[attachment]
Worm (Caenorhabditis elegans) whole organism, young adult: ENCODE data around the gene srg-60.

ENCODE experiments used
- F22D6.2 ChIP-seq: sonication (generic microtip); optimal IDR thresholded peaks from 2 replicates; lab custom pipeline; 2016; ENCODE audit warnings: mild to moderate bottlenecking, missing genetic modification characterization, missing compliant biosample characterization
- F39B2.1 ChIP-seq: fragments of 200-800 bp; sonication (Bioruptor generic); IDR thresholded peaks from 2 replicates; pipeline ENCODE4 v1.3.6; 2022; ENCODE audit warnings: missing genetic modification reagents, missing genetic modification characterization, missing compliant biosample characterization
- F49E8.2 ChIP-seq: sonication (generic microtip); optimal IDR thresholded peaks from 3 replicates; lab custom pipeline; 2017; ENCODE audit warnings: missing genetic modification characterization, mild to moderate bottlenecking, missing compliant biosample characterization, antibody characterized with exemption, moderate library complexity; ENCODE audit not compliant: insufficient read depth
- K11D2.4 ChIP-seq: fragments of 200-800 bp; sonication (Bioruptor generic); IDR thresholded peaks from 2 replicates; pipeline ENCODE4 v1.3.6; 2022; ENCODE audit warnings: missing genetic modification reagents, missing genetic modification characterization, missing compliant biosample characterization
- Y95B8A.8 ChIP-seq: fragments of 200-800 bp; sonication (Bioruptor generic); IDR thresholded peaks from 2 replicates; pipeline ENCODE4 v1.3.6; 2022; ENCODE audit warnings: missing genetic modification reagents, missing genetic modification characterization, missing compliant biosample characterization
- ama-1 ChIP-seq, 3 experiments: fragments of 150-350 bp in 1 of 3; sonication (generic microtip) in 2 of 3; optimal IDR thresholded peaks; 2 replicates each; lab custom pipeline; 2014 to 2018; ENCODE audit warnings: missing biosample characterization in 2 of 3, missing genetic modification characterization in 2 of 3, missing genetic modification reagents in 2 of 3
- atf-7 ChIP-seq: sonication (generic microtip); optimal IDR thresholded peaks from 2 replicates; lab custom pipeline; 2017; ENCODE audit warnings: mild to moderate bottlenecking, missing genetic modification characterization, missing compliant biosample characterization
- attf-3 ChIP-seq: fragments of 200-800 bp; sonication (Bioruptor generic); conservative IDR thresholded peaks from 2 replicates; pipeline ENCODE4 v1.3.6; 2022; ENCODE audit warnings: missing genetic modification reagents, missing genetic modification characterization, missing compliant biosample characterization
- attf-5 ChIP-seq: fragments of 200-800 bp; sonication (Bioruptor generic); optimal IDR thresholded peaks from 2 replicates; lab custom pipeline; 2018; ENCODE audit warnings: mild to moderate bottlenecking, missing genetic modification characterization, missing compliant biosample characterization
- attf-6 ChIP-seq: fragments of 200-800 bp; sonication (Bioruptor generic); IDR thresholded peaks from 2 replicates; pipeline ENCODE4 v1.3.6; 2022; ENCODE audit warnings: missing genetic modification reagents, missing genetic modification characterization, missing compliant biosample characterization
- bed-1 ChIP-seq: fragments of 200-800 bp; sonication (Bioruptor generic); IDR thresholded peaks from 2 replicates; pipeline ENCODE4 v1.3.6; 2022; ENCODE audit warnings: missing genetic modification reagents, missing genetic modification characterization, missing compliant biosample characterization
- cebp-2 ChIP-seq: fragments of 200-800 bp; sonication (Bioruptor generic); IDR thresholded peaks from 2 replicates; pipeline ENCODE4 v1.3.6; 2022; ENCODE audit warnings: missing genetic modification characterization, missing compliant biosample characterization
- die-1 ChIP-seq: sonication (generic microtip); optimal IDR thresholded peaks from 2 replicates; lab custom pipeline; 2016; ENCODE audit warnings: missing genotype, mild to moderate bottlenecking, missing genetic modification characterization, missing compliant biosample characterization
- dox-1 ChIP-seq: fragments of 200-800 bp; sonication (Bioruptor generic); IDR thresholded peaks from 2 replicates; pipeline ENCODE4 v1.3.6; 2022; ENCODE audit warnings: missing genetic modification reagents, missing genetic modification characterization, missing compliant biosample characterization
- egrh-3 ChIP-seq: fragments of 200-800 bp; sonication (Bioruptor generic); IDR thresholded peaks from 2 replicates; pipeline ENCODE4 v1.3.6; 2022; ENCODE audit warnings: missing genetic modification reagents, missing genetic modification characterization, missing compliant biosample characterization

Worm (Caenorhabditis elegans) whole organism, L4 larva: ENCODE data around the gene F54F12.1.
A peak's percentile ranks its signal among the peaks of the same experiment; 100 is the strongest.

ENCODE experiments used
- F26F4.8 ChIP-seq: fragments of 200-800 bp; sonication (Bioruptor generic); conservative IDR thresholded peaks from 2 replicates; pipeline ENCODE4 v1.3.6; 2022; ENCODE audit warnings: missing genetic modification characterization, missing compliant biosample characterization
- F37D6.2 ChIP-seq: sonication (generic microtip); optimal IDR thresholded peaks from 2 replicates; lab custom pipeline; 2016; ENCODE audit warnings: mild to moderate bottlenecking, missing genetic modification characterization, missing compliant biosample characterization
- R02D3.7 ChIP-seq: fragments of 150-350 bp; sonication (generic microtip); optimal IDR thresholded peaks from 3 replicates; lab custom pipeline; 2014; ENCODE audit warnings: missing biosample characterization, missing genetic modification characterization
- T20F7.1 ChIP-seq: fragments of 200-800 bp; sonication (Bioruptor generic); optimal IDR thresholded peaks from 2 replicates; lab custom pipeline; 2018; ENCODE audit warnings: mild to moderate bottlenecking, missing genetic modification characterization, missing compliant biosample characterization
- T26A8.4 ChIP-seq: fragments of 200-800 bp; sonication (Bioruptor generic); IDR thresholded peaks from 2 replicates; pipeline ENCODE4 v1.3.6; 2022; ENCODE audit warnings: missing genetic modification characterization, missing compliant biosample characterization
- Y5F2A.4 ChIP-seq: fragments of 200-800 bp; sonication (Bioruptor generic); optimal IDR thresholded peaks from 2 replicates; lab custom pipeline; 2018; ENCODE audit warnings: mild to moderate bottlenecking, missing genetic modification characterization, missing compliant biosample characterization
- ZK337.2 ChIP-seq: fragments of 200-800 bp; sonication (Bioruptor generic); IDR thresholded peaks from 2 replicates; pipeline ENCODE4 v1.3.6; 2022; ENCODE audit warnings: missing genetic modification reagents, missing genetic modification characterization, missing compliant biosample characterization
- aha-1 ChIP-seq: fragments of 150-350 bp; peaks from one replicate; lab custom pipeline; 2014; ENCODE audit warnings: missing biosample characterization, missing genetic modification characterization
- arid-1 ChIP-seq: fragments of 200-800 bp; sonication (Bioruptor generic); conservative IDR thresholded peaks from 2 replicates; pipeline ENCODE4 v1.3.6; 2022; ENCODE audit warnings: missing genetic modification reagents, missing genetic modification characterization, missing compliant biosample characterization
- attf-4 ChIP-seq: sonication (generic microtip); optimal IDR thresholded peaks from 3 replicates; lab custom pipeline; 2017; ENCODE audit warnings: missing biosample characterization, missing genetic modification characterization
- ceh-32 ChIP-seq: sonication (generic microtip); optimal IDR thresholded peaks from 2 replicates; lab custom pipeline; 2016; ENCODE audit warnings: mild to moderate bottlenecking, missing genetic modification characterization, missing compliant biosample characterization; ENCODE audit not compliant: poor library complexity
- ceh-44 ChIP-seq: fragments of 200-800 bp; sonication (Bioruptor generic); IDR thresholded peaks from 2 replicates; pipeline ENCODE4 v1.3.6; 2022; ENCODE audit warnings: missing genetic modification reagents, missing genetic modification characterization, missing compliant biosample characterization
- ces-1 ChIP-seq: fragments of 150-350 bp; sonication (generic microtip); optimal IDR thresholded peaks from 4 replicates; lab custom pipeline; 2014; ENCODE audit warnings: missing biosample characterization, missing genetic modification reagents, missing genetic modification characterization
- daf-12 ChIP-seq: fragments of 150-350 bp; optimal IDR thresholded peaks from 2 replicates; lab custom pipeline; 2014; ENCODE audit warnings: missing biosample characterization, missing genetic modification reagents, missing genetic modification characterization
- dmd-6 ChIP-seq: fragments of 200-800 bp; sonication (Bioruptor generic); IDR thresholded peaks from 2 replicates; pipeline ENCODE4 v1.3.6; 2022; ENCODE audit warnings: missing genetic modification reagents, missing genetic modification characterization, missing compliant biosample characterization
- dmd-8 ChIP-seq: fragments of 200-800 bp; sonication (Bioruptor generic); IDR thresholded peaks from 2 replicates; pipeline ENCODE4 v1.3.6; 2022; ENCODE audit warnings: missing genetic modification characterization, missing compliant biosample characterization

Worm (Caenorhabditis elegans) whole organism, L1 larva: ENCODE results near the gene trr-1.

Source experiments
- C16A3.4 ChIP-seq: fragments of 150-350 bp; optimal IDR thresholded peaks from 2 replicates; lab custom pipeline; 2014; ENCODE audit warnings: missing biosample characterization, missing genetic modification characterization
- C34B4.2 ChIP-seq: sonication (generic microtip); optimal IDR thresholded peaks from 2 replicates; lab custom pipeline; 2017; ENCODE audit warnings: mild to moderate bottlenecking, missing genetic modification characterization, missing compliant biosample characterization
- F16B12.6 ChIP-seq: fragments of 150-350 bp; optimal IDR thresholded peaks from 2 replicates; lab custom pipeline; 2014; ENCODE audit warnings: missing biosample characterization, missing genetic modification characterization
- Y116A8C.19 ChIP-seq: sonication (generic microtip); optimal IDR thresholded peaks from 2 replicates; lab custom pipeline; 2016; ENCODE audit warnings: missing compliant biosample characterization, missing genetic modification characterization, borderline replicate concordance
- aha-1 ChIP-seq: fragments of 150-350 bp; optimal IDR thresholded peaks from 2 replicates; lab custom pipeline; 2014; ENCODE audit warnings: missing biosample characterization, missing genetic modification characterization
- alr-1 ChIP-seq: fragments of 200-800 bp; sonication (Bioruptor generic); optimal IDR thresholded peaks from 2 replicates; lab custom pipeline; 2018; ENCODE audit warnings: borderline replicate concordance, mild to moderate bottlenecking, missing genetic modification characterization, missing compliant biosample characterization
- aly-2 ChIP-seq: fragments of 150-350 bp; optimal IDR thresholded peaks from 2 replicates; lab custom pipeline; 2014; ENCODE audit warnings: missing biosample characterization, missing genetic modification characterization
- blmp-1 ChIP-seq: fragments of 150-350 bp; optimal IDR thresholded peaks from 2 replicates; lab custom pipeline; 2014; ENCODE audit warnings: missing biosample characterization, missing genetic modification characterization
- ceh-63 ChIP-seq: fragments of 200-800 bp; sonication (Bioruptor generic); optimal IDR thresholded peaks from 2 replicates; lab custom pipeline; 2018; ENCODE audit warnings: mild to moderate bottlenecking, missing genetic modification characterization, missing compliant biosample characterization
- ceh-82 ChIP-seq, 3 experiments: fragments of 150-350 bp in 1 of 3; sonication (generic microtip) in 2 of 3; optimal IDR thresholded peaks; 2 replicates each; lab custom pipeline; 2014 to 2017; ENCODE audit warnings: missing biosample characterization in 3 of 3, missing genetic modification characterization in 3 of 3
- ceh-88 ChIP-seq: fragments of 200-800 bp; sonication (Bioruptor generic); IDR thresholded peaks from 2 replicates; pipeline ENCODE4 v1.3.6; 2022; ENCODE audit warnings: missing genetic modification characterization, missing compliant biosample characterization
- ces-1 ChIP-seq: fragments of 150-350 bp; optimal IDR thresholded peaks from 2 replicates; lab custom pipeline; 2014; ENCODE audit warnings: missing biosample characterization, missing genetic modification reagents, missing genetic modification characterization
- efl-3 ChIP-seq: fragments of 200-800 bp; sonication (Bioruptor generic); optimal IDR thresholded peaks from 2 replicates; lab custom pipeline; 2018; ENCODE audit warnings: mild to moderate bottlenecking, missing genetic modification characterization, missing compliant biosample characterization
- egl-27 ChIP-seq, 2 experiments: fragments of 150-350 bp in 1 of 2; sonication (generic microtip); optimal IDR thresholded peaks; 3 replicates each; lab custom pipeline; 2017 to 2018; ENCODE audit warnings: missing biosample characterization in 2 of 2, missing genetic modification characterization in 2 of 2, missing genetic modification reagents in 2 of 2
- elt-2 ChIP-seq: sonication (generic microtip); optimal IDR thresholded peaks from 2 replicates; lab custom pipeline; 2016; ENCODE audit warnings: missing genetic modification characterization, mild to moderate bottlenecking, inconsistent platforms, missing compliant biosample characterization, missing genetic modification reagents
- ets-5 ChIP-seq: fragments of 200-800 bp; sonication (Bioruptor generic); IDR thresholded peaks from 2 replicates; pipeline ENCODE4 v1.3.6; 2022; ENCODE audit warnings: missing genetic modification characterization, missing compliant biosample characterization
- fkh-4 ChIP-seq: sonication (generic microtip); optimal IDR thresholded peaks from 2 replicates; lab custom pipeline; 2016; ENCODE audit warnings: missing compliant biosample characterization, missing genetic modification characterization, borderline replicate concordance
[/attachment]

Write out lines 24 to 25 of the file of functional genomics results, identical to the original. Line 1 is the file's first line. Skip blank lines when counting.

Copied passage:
- T20F7.1 ChIP-seq: fragments of 200-800 bp; sonication (Bioruptor generic); optimal IDR thresholded peaks from 2 replicates; lab custom pipeline; 2018; ENCODE audit warnings: mild to moderate bottlenecking, missing genetic modification characterization, missing compliant biosample characterization
- T26A8.4 ChIP-seq: fragments of 200-800 bp; sonication (Bioruptor generic); IDR thresholded peaks from 2 replicates; pipeline ENCODE4 v1.3.6; 2022; ENCODE audit warnings: missing genetic modification characterization, missing compliant biosample characterization